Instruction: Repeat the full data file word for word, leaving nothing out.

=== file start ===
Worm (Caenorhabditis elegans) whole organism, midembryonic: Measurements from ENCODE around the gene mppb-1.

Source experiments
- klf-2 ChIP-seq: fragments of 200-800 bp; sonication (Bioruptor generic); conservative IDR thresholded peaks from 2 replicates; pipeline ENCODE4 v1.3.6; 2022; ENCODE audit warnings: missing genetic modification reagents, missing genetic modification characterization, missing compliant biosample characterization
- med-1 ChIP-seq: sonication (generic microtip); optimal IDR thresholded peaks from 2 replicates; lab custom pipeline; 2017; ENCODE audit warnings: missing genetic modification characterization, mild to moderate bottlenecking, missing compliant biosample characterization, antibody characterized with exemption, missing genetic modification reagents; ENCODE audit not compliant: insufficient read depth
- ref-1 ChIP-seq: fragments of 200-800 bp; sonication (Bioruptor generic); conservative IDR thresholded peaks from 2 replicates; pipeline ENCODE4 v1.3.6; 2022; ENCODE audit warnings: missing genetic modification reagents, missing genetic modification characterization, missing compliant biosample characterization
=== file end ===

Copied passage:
Worm (Caenorhabditis elegans) whole organism, midembryonic: Measurements from ENCODE around the gene mppb-1.

Source experiments
- klf-2 ChIP-seq: fragments of 200-800 bp; sonication (Bioruptor generic); conservative IDR thresholded peaks from 2 replicates; pipeline ENCODE4 v1.3.6; 2022; ENCODE audit warnings: missing genetic modification reagents, missing genetic modification characterization, missing compliant biosample characterization
- med-1 ChIP-seq: sonication (generic microtip); optimal IDR thresholded peaks from 2 replicates; lab custom pipeline; 2017; ENCODE audit warnings: missing genetic modification characterization, mild to moderate bottlenecking, missing compliant biosample characterization, antibody characterized with exemption, missing genetic modification reagents; ENCODE audit not compliant: insufficient read depth
- ref-1 ChIP-seq: fragments of 200-800 bp; sonication (Bioruptor generic); conservative IDR thresholded peaks from 2 replicates; pipeline ENCODE4 v1.3.6; 2022; ENCODE audit warnings: missing genetic modification reagents, missing genetic modification characterization, missing compliant biosample characterization